Beaver foraging signs
While at Knapdale the DESS team learnt how to conduct beaver activity surveys and riparian sweeps for field signs from the Field Operations Manager Roisin Campbell-Palmer and Field Officer Robert Needham.
Conducting these surveys allowed the team to practice using rugged Trimble PDA devices for digitally mapping field signs in ArcPad. Typical field signs include foraging activity as seen in the photo above, as well as; feeding stations, tracks, scent mounds, burrows, lodges and canals and many other signs of activity.
Frank the beaver swimming off with his newly attached satellite tracker.
We were also lucky enough to observe one of the beavers (Frank) being captured for a health check, fitted with a satellite tracking device and released again.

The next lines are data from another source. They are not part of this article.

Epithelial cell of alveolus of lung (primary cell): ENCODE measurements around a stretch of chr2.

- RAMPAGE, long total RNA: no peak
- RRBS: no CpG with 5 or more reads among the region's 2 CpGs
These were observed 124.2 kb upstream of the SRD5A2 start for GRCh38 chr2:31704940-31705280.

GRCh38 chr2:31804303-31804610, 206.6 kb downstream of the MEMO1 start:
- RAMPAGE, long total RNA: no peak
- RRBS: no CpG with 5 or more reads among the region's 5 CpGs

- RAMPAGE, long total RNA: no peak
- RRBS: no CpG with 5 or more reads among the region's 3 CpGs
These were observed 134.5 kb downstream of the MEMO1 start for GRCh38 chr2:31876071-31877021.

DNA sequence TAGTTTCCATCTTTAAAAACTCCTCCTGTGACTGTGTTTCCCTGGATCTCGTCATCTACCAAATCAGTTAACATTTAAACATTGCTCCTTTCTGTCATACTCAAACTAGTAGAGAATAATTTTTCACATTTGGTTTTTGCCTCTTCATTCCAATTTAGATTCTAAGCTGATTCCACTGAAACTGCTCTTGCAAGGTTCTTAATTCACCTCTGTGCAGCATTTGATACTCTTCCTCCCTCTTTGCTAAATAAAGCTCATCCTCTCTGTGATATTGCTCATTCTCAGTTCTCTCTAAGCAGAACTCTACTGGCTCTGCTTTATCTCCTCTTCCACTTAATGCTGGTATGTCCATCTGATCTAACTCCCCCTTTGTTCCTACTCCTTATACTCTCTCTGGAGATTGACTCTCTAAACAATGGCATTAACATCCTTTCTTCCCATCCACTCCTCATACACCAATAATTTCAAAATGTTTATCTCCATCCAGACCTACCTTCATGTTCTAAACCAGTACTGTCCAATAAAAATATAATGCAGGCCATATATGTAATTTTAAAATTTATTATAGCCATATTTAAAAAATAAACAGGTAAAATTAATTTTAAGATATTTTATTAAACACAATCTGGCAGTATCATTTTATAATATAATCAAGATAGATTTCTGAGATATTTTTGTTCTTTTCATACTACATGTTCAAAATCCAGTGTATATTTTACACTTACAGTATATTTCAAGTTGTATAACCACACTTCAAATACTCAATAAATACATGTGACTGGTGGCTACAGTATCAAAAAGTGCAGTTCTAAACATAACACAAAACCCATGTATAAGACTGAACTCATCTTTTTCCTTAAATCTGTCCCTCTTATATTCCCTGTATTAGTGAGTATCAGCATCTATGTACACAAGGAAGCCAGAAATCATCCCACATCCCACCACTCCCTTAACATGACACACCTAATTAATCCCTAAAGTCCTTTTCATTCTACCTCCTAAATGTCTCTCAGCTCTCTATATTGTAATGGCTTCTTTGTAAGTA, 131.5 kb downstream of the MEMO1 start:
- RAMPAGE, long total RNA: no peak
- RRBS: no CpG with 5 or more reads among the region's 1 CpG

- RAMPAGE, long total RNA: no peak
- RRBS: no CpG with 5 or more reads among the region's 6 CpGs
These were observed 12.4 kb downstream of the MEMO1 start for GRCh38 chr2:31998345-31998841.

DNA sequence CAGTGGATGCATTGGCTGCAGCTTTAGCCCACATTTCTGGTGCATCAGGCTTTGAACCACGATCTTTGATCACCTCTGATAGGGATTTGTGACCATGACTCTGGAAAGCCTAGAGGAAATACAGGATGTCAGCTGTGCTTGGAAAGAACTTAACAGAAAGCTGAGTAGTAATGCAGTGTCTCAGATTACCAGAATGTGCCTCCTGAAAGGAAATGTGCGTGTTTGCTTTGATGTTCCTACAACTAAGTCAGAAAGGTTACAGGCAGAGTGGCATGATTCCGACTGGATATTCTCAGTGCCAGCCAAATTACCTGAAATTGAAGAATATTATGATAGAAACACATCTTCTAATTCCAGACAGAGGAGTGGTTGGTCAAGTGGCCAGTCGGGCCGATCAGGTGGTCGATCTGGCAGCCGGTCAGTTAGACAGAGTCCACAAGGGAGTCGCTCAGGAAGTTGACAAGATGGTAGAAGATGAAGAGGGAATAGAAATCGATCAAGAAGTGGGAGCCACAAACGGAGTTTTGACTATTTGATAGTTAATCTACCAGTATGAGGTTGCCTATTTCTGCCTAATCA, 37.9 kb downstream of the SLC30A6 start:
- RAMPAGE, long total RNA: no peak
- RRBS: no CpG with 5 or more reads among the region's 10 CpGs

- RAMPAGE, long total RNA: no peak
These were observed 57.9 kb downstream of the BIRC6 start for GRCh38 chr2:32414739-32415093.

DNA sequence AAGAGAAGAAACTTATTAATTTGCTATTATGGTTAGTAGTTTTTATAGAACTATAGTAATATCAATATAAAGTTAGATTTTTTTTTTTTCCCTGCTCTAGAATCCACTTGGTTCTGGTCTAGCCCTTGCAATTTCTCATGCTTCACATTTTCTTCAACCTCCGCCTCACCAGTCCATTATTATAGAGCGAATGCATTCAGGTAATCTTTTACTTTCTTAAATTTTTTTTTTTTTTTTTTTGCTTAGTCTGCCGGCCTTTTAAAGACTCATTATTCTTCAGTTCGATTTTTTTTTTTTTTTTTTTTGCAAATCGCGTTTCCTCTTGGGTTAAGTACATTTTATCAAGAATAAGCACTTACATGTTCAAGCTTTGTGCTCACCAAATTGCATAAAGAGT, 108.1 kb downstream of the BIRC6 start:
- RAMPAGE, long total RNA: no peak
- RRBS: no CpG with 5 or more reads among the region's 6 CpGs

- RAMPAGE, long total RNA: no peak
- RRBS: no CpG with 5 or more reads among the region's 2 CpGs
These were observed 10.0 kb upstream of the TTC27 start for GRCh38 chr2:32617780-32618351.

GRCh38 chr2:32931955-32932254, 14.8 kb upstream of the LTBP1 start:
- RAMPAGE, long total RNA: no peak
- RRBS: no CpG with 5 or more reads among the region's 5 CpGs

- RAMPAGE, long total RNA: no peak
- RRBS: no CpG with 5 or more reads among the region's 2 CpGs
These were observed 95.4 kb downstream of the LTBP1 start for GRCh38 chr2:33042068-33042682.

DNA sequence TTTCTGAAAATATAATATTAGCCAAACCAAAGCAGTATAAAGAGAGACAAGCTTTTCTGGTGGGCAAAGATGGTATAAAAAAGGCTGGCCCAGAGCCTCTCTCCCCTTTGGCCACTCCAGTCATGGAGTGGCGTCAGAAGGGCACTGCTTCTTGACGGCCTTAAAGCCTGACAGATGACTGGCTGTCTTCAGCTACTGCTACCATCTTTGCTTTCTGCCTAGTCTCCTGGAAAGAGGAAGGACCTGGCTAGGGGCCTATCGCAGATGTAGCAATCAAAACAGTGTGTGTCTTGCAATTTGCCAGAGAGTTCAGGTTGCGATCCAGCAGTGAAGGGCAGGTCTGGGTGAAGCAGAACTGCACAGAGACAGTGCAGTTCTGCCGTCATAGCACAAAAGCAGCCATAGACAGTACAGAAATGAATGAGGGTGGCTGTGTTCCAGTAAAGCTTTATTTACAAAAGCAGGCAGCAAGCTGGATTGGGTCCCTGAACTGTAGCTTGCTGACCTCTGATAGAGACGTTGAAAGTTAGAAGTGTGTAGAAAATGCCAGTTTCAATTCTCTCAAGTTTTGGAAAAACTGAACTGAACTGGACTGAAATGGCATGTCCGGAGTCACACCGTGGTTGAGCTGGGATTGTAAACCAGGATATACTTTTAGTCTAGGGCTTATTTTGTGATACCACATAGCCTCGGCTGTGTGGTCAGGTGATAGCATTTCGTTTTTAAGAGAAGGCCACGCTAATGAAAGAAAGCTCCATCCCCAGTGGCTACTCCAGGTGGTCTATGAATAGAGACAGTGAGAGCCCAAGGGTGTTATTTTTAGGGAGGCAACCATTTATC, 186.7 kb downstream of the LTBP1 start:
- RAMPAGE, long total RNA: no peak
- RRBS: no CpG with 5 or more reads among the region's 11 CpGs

The satellite tracking device records GPS locations as well as temperature and pressure, this information gives insight into the beavers behaviour and habitat use and allows the staff at the beaver trial to keep track of the location of the beavers.
During the week at Knapdale the team also carried out surveys of beaver canals in order to compare the diversity of aquatic invertebrates and plants found in older and more recently formed canals.
While conducting these surveys we found many species of aquatic plants including broad-leaved pondweed (Potamogeton natans), water mint (Mentha aquatica) and marsh pennywort (Hydrocotyle vulgaris) as well as many interesting aquatic invertebrates such as this beautiful black darter dragonfly (Sympetrum danae).
Black darter dragonfly
The team are already looking forward to putting the skills learnt during this week at Knapdale to good use in August 2014 when we will be surveying beavers in the Tayside area.
After our hard work at the beaver trial the team ventured over the Atlantic Ocean to the Isle of Seil, and the Scottish Wildlife Trust’s internationally renowned reserve, Ballachuan Hazelwoods.